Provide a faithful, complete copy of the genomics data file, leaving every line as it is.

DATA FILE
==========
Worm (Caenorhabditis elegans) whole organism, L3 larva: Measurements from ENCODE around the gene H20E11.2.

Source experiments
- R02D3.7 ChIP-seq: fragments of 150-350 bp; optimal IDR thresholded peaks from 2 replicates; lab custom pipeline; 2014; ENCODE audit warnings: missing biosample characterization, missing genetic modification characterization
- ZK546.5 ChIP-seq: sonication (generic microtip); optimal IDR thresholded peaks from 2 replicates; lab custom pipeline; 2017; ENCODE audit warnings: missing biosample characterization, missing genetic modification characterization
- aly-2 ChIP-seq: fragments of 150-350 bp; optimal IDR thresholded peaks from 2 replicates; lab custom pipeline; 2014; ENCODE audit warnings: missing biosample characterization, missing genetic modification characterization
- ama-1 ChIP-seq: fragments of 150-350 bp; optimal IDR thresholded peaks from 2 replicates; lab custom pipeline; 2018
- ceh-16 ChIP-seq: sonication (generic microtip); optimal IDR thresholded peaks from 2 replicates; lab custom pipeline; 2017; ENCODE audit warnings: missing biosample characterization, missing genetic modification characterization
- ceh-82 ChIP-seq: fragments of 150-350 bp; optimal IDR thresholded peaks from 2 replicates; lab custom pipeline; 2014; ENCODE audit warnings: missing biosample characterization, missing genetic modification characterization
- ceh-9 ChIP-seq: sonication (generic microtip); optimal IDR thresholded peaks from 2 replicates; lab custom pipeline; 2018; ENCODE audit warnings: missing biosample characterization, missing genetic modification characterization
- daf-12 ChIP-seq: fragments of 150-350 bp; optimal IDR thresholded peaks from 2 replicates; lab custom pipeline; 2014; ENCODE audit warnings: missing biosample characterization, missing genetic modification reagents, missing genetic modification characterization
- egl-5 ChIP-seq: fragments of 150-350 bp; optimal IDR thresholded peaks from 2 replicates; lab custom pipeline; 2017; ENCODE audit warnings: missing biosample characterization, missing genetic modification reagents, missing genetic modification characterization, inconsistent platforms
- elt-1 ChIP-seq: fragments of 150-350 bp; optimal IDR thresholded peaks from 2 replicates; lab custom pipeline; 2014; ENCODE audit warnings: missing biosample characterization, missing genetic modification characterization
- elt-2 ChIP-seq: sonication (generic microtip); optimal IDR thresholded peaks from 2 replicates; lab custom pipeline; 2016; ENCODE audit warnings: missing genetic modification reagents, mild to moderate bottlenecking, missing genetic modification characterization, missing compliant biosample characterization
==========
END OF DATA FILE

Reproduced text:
Worm (Caenorhabditis elegans) whole organism, L3 larva: Measurements from ENCODE around the gene H20E11.2.

Source experiments
- R02D3.7 ChIP-seq: fragments of 150-350 bp; optimal IDR thresholded peaks from 2 replicates; lab custom pipeline; 2014; ENCODE audit warnings: missing biosample characterization, missing genetic modification characterization
- ZK546.5 ChIP-seq: sonication (generic microtip); optimal IDR thresholded peaks from 2 replicates; lab custom pipeline; 2017; ENCODE audit warnings: missing biosample characterization, missing genetic modification characterization
- aly-2 ChIP-seq: fragments of 150-350 bp; optimal IDR thresholded peaks from 2 replicates; lab custom pipeline; 2014; ENCODE audit warnings: missing biosample characterization, missing genetic modification characterization
- ama-1 ChIP-seq: fragments of 150-350 bp; optimal IDR thresholded peaks from 2 replicates; lab custom pipeline; 2018
- ceh-16 ChIP-seq: sonication (generic microtip); optimal IDR thresholded peaks from 2 replicates; lab custom pipeline; 2017; ENCODE audit warnings: missing biosample characterization, missing genetic modification characterization
- ceh-82 ChIP-seq: fragments of 150-350 bp; optimal IDR thresholded peaks from 2 replicates; lab custom pipeline; 2014; ENCODE audit warnings: missing biosample characterization, missing genetic modification characterization
- ceh-9 ChIP-seq: sonication (generic microtip); optimal IDR thresholded peaks from 2 replicates; lab custom pipeline; 2018; ENCODE audit warnings: missing biosample characterization, missing genetic modification characterization
- daf-12 ChIP-seq: fragments of 150-350 bp; optimal IDR thresholded peaks from 2 replicates; lab custom pipeline; 2014; ENCODE audit warnings: missing biosample characterization, missing genetic modification reagents, missing genetic modification characterization
- egl-5 ChIP-seq: fragments of 150-350 bp; optimal IDR thresholded peaks from 2 replicates; lab custom pipeline; 2017; ENCODE audit warnings: missing biosample characterization, missing genetic modification reagents, missing genetic modification characterization, inconsistent platforms
- elt-1 ChIP-seq: fragments of 150-350 bp; optimal IDR thresholded peaks from 2 replicates; lab custom pipeline; 2014; ENCODE audit warnings: missing biosample characterization, missing genetic modification characterization
- elt-2 ChIP-seq: sonication (generic microtip); optimal IDR thresholded peaks from 2 replicates; lab custom pipeline; 2016; ENCODE audit warnings: missing genetic modification reagents, mild to moderate bottlenecking, missing genetic modification characterization, missing compliant biosample characterization